About 55 percent of HSBC clients reported experiencing homelessness for more than 12 months out of the past three years. Eighty-six percent came for a coordinated entry screening after spending the previous night sleeping on the streets or in a homeless shelter, while 70 percent reported having a disabling condition, like mental or physical health issues or substance abuse issues.

There were 28 new Housing Choice vouchers given for people under 62 who have a disabling condition. There were 20 existing units being converted to Permanent Supportive Housing via state funding and 11 new Permanent Supportive Housing vouchers. By Sept. 30, 2018, eight clients had moved into housing and one was looking for an apartment. There are also 70 new PSH units proposed over the next three years. The organization also received $2.4 million through a substance abuse and mental services grant to provide supportive services to individuals needing housing.

Ultimately, HSBC has found it is more effective to find housing solutions quickly and up-front rather than letting people experience chronic homelessness. Of the nine clients so far who have used PSH vouchers, together they have spent 4,100 nights at the Boulder Shelter for the Homeless, a total of 1,250 jail bed nights, averaged 20 ambulance trips to the hospital each year and cumulatively had spent 100 years on the streets. In the Denver area it can cost $20,000 to provide permanent supportive housing, but a person living on the streets can cost $43,000 per year in detox services, incarceration, emergency room visits, inpatient care and shelter.

Looking ahead, the HSBC board plans to create 200 new supportive housing opportunities for long-term Boulder County community members experiencing chronic homelessness. It’s also working with the Boulder County Regional Housing Partnership, which is tackling the root cause of lack of affordable housing. The goal is to ensure 12 percent of all homes in Boulder County are permanently affordable by 2035. That means tripling the number of affordable homes over the next 15 years.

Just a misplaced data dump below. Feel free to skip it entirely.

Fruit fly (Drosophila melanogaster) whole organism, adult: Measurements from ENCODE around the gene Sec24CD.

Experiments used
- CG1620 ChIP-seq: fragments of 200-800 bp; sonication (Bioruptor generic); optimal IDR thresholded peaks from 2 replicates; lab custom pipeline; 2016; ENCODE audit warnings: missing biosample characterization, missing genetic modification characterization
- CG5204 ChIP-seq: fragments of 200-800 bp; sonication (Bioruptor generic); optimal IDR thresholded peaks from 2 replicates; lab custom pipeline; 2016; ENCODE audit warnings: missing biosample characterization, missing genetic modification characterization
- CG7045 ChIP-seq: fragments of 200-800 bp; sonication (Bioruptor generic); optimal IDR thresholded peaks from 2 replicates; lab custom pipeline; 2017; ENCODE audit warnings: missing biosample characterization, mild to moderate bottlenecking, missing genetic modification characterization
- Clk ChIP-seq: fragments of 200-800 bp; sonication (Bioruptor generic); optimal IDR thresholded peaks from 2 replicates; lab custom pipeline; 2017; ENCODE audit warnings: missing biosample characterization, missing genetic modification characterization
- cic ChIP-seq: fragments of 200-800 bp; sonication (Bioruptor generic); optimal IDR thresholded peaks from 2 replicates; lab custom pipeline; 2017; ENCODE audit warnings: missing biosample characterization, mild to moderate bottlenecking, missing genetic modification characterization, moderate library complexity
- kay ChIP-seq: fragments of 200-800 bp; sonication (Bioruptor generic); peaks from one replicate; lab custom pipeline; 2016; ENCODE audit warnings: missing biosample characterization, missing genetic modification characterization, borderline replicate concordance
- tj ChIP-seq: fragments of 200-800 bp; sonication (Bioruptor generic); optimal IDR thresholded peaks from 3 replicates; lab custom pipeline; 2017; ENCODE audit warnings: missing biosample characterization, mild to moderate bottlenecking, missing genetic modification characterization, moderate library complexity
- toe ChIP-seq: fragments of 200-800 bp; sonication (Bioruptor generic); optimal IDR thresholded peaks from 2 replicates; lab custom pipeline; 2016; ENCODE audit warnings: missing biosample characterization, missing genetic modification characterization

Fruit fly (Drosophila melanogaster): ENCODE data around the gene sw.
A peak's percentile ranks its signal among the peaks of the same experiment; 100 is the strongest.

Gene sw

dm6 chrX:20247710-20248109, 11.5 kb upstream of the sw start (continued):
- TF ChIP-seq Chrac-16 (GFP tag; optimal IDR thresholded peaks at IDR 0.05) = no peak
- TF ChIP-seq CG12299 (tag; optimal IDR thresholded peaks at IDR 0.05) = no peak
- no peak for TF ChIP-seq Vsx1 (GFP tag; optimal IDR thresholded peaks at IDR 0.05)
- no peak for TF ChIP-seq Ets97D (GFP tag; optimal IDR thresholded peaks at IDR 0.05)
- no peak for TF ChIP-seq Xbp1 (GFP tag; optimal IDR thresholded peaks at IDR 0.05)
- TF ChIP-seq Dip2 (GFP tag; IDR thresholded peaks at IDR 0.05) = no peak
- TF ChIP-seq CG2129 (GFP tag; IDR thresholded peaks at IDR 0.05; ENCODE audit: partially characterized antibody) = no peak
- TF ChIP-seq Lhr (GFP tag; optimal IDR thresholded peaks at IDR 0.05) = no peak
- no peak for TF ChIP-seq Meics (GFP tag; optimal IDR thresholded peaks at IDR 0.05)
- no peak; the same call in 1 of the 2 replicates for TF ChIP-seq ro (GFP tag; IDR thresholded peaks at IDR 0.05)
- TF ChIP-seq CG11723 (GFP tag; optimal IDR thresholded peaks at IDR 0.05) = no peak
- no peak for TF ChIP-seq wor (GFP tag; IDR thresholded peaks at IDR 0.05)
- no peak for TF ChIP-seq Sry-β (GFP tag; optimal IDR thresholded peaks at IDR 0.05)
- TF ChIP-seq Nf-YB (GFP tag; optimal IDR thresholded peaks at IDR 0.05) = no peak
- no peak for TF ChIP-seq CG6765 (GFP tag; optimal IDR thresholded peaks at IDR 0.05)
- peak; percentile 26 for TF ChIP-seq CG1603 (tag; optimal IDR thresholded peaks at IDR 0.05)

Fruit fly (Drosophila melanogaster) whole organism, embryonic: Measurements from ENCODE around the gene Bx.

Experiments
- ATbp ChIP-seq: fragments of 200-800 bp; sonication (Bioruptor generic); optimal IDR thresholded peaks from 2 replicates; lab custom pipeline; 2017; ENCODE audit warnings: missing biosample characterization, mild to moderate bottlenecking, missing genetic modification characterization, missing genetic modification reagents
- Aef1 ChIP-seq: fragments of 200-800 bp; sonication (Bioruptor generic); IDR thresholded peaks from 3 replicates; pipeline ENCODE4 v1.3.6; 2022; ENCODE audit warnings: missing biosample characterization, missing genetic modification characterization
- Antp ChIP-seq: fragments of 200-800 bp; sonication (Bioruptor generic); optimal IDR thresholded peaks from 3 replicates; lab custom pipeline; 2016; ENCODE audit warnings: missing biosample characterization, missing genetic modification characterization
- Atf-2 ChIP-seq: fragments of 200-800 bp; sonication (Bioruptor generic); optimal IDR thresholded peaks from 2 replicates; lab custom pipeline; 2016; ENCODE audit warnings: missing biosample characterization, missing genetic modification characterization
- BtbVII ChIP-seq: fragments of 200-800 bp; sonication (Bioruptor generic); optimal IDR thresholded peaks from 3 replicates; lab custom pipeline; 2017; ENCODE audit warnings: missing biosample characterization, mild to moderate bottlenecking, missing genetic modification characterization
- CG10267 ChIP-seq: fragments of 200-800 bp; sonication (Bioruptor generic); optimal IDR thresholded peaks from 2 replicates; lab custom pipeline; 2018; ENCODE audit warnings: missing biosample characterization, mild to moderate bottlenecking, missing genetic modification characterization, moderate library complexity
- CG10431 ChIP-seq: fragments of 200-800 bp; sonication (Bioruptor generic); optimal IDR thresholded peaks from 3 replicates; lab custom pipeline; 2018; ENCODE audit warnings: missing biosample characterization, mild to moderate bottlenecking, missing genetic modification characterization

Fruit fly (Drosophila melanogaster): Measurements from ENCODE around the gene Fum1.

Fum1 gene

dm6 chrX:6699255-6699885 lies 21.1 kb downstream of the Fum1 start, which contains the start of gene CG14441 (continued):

BOULDER COUNTY — The first annual report from Homeless Solutions for Boulder County, a public-private partnership tasked with coordinating and implementing homeless services for single adults across the county, found that it assessed 2,448 people for services in its first year.

The group, which aims to provide permanent supportive housing for clients, was able to transition 383 people, or 15 percent of all clients, out of the shelter system. Of those, 188 individuals got into their own housing, 145 were able to use existing social supports and 50 entered programs such as Ready to Work, the Inn Between of Longmont and residential substance-use treatment.

HSBC consists of groups such as Boulder County, the cities of Boulder and Longmont, Boulder Shelter for the Homeless, Bridge House and other groups. In total, more than a dozen government agencies and nonprofits make up the partnership.

The core to HSBC’s approach is the belief that homelessness is an affordable-housing issue.

“In Boulder County, for example, the costs of housing have increased dramatically over the past 10 years and currently more than half of all renters spend 30 percent or more of their income on housing,” wrote Robin Bohannan, HSBC executive board chair and director of the Boulder County Community Services Department, in a March 1 letter attached to the report.

To address the needs of individuals experiencing homelessness, HSBC uses a Housing First model. While traditional models try to move people into shelters and transitional housing before permanent housing, the Housing First model…